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Ahmadinejad’s Left Hand Man Arrested

June 10, 2015
Reza HaghighatNejad
4 min read
Mahmoud Ahmadinejad and Hamid Baqai
Mahmoud Ahmadinejad and Hamid Baqai
Mohseni Ejei and Hamid Baqai
Mohseni Ejei and Hamid Baqai

On June 8, Iran’s spokesman for the judiciary, Mohseni Ejei, announced that Hamid Baqai, one of former president Mahmoud Ahmadinejad’s vice presidents, had been arrested on corruption charges. Baqai confidently denied the charges against him four years ago. 

This is the second of Ahmadinejad’s vice presidents to be arrested. In February 2015, Mohammad Reza Rahimi, his first vice president, was sentenced to five years in prison, also on corruption allegations.

The judiciary spokesman did not specify the charges against Baqai but reports indicate that, like Rahimi, he is charged with corruption and embezzlement. The site Dolat-e Bahar, which is close to Ahmadinejad’s allies, speculated that he was arrested after a complaint was lodged over the Rajaei and Bahonar Interest-Free Load Fund.

The fund was founded in 1986 as a state-run institution to provide interest-free, “Islamic” loans to borrowers, but Ahmadinejad’s government decided to spin it off as a private, independent entity. Hamid Baqai was appointed to its board after it was privatized.

Then, when Hassan Rouhani began his presidency, his administration decided to take the fund back and reassign it to the president’s office. A new board of directors was appointed, which currently includes Rouhani’s brother, Hossein Fereydoon, the minister of labor, a government spokesman, Rouhani’s first vice president, the director of the president’s office and 11 other government officials.

Two days before his arrest, Baqai told the Iranian Labor News Agency (ILNA) that the “seizure” of the fund was an illegal act on behalf of certain members of Rouhani’s government. But an unnamed source within the government told Islamic Republic News Agency that the reverse was true and that the privatization of the fund under Ahmadinejad had been illegal.

However, Hamid Baqai disputed this argument and maintained, “the presidency has no legal license to own financial institutions and nowhere in the statutes of the fund does it says that the fund belongs to the state.”

The fund has a capital of more than $4 million and its new chairman of the board is Rouhani’s first Vice-President Eshaq Jahangiri. However, Baqai claims that he is the legal chairman of the board and that he will file a complaint to get the seat back.

“Why should I feel that I am in danger of arrest?” Hamid Baqai told a Shargh reporter in 2011 when he was still executive vice president under Ahmadinejad. “Have I committed a crime?” he asked.

The journalist’s question was prompted by news that for several days Baqai had been absent from cabinet meetings and was under investigation for violations he had committed whilst head of the Cultural Heritage and Tourism Organization between 2009 and 2011.

Baqai was never popular. Numerous reports were published about verbal arguments he had with reporters, judicial officials and members of parliament. However, he had Ahmadinejad’s support and so continued to be a member of the former president’s inner team.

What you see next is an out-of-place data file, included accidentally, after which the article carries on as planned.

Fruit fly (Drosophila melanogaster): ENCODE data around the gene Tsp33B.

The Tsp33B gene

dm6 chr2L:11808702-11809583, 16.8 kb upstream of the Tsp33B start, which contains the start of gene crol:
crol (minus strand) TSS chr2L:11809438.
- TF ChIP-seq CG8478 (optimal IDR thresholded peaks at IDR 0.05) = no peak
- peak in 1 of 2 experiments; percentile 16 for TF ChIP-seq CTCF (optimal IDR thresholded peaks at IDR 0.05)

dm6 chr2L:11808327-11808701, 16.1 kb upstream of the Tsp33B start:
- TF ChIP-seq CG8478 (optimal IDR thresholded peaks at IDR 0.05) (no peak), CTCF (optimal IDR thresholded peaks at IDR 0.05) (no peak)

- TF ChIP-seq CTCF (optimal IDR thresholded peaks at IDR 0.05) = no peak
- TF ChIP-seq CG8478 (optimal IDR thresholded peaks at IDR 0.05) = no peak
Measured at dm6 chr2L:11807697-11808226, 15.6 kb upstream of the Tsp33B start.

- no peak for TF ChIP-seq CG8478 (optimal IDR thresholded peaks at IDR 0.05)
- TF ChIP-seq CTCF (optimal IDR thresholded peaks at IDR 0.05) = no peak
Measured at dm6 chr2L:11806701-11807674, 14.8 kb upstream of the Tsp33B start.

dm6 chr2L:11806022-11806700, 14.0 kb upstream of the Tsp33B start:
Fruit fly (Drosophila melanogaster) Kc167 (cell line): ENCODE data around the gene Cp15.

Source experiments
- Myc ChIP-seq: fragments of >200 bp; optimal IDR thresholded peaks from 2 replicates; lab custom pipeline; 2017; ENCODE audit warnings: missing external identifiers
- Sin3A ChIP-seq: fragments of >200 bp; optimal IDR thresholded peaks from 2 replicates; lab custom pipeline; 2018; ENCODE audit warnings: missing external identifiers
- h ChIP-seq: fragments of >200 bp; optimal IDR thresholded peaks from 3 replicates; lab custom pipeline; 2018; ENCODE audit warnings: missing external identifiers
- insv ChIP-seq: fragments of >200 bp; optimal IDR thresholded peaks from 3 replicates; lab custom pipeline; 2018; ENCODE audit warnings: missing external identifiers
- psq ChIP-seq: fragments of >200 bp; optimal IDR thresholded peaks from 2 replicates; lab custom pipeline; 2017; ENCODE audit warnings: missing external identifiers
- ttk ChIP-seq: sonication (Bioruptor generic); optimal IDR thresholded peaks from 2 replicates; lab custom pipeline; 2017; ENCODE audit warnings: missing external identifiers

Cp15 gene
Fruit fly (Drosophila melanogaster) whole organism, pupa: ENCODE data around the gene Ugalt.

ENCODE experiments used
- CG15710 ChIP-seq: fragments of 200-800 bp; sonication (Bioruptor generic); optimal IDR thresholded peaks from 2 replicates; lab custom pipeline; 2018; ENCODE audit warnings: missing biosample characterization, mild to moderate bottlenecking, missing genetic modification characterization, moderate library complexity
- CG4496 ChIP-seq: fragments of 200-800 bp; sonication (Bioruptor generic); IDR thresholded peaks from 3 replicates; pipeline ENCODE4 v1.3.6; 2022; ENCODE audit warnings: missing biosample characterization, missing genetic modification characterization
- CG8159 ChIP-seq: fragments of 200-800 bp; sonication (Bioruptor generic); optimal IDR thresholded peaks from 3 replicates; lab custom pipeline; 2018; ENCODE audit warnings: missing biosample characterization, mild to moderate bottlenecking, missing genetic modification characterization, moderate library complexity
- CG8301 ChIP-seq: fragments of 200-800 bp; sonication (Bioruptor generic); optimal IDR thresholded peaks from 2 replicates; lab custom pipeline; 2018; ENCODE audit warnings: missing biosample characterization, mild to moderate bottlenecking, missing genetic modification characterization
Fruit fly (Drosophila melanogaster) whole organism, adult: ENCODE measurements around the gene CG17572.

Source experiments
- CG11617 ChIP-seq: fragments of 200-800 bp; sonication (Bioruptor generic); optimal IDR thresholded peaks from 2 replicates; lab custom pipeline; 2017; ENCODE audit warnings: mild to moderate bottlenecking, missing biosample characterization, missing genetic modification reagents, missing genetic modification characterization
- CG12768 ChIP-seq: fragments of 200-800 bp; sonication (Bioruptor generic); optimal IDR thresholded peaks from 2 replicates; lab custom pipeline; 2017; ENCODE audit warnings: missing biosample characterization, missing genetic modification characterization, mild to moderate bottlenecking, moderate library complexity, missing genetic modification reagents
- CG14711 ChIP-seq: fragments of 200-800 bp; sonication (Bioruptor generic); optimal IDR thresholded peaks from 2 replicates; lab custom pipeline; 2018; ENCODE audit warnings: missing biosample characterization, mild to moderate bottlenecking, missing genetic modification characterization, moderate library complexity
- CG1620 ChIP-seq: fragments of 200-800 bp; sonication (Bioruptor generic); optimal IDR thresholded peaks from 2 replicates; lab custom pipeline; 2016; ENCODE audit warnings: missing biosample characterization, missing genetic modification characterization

Since Rouhani was elected as president, Hamid Baqai has frequently quarreled with officials from his government. This includes, but is not limited to, incidents such as the withdrawal of more than $5.5 million from the presidential office’s bank account, using a government-owned building for Ahmadinejad’s staff after he was no longer president, and much more.

Throughout his years under Ahmadinejad, and in particular when he was head of the Cultural Heritage and Tourism Organization, he frequently argued with reporters and was habitually accused of serious crimes. Then, in 2012, he was sentenced to a four-year ban on serving in the government for destroying historical buildings. However, the verdict was overturned and he was able to remain part of the Ahmadinejad administration.


Changing Red Lines

During that period, Ahmadinejad stated that judicial verdicts against senior members of his government constituted a red line that could not be crossed. In the current climate, Ahmadinjad's allies are no longer protected. 

The high-profile arrests of Hamid Baqai and Mohammad Reza Rahimi have drawn public attention to other open-ended cases against members of the Ahmadinejad government. Although it is unlikely that these cases will ever find themselves on the judicial calendar, they are a significant development, especially given the fact that Ahmadinejad’s allies are preparing for the upcoming parliamentary election.

After Mohammad Reza Rahimi’s conviction earlier this year, some commentators and opposition politicians expected that other cases involving officials from the Ahmadinejad era would remain untouched. But the recent arrest of Hamid Baqai suggests that the Iranian judiciary is serious in pursuing some, if not all, of these cases.

When Rahimi was arrested, Ahmadinejad publicly distanced himself from his former official, and the corruption with which he was associated. This time, it is expected that he will take his time to react to Baqai’s arrest. This is because he is aware of the fact that, these days, his actions mean less than they once did. 

Much like Mohammad Reza Rahimi, Baqai does not have a political support network working behind the scenes to save him. Although he may be released on bail and his case might not go to trial, his arrest signals a warning to those former  officials who were were ousted from government during the presidential election of 2013. Since Rouhani’s election, Ahmadinejad’s allies have had to contend with a new environment, one that does not necessarily conform to the same red lines, and which acknowledges, at least in part, the damage done by the previous administration. 


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